Stereotype or not, the crew at Madison’s Fire Station 12 makes a mean pot of chili.
At the helm is firefighter Aaron Zamzow, whose flavorful yet lean turkey-based chili flies in the face of other local award-wining, meat-laden varieties.
But all have their redeeming qualities, and the impending Packer-less Super Bowl is the perfect opportunity to test drive a pot for yourself — be it chili made with course-ground beef, turkey or sausage; featuring smoky, hot or sweet spices; highlighting beans, hominy or pasta.
“Every pot is like an experiment, because it rarely ever turns out the same,” said Larry Patnoe, who lives outside of Janesville and has participated in Edgerton’s Chilimania all of its 23 years.
The key to good chili is “big flavor without big heat,” he said.
Zamzow’s chili, adjusted to meet his crew members’ tastes, is loaded with veggies, beans and thanks to a little hot sausage, usually fools the crew into a healthy meal.
“In a bite you’re going to get a little sausage and a lot of turkey and you think ‘Hey, it’s not so bad,’” Zamzow said.
Chris Wilbricht, of Belleville, and Mark Schwenn, of Fitchburg, offer the other extreme.
Their three-meat Italian-style chili won Monona’s Chili Cook-off last year and also brought the duo the Rookie of the Year award.
A 4- to 5-gallon batch uses about 13 pounds of meat, including grilled steak, which gives the chili a nice smoky flavor, Wilbricht said. “It’s kind of a sweet, smoky and hot (flavor) all kind of blended together,” he said. It’s spicy, but “the spice in our chili kind of comes later as you taste it.”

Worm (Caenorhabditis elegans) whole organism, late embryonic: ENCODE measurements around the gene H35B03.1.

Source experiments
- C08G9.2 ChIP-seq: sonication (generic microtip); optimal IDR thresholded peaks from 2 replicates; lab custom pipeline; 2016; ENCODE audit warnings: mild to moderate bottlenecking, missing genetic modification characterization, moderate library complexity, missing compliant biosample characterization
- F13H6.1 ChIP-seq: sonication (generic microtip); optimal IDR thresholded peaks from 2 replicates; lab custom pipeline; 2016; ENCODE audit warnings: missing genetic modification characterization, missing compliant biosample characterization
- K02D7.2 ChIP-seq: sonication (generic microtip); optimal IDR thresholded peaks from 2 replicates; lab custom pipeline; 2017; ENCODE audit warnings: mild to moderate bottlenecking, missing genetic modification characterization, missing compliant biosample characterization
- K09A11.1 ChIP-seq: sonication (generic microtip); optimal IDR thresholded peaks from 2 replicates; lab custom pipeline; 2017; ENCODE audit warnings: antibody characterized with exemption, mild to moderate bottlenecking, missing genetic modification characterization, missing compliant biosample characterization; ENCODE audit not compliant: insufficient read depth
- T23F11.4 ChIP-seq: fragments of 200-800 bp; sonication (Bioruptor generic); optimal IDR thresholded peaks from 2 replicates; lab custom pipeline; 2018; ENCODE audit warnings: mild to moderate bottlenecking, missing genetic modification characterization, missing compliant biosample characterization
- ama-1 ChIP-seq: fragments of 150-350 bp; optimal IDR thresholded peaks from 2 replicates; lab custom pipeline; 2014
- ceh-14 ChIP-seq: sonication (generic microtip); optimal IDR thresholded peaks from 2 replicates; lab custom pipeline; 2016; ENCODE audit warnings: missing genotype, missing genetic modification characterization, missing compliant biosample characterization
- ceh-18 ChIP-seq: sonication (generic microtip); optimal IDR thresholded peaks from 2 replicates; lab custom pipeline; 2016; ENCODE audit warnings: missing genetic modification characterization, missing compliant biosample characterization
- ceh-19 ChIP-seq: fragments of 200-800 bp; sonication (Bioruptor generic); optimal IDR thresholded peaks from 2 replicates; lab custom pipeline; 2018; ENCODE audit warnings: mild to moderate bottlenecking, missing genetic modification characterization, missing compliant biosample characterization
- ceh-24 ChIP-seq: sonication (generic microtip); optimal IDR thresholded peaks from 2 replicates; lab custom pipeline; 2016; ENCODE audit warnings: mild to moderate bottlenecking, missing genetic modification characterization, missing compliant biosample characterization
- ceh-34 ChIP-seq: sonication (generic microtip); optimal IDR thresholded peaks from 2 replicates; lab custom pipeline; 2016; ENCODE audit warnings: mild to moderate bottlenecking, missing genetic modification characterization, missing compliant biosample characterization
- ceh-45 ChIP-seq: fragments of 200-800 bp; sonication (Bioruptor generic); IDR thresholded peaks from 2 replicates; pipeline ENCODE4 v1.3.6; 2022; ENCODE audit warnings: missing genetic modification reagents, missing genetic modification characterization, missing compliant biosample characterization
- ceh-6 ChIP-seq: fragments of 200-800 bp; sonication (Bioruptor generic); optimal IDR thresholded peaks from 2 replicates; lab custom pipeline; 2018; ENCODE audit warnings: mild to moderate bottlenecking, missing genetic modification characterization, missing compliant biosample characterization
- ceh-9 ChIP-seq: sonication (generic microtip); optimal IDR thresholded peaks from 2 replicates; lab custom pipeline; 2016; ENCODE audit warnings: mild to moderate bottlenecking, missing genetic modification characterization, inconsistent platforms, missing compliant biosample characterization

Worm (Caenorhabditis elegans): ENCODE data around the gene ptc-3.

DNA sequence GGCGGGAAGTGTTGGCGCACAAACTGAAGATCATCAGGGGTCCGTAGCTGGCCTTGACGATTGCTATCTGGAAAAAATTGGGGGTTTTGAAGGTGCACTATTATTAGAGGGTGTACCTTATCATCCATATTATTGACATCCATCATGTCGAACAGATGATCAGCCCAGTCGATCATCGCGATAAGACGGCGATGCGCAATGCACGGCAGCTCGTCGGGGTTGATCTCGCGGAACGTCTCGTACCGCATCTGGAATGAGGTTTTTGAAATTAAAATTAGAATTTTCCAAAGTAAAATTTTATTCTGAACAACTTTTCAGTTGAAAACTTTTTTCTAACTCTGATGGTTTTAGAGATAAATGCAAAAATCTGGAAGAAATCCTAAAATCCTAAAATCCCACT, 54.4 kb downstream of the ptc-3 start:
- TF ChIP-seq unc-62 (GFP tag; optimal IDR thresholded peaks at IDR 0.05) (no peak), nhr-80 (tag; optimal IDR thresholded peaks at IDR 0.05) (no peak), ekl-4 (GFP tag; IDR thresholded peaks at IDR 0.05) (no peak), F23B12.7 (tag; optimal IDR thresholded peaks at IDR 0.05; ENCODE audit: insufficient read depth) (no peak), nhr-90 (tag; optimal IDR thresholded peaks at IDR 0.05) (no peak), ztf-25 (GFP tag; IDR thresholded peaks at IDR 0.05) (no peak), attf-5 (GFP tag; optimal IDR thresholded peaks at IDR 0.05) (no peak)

The Italian taste come from lots of basil, some oregano and different flavors of Italian sausage fried with onion, bacon and garlic.
When a spoon will stand on its own in the bowl, “you’ve got the right consistency in our opinion,” Wilbricht said.
Patnoe, a seasoned cook-off competitor who has won and placed in several contests, also serves as Chilimania’s referee.
“In competition, we have rules that indicate ingredients that can be in and what can’t, to make the playing field level,” Patnoe said.
For the Chili Appreciation Society International-sanctioned portion of the Chilimania cook-off, that means chili free of beans, pasta, hominy or rice. That way the judges can best taste just the chili.
“If you have a big kidney bean (in a spoonful), they really wouldn’t be getting a taste of the chili itself,” Patnoe said.
Keith Conroy, of Edgerton, competes in this category of Chilimania.
His batch uses three varieties of chili powder — ancho, chipotle and dark chili powders — that renders a chili that’s just a “touch sweet.”
His chili won in 2004 and Conroy made the trip to Terlingua, Texas, to compete on a national scale.
Participating in Chilimania is carrying on a family tradition.
“My father never missed a Chilimania up until the day he died,” Conroy said, adding his dad never competed, but always had a good time tasting.
Gordi Rusch, of Edgerton, makes his Chilimania “tailgate chili” using steak, burgers, brats and smoked sausage. He also uses some jalapeños, but makes sure it’s not so hot that you can’t enjoy a bowl.
“Because I cook (the meat) on a Weber grill, it cooks in the barbecue flavor,” he said.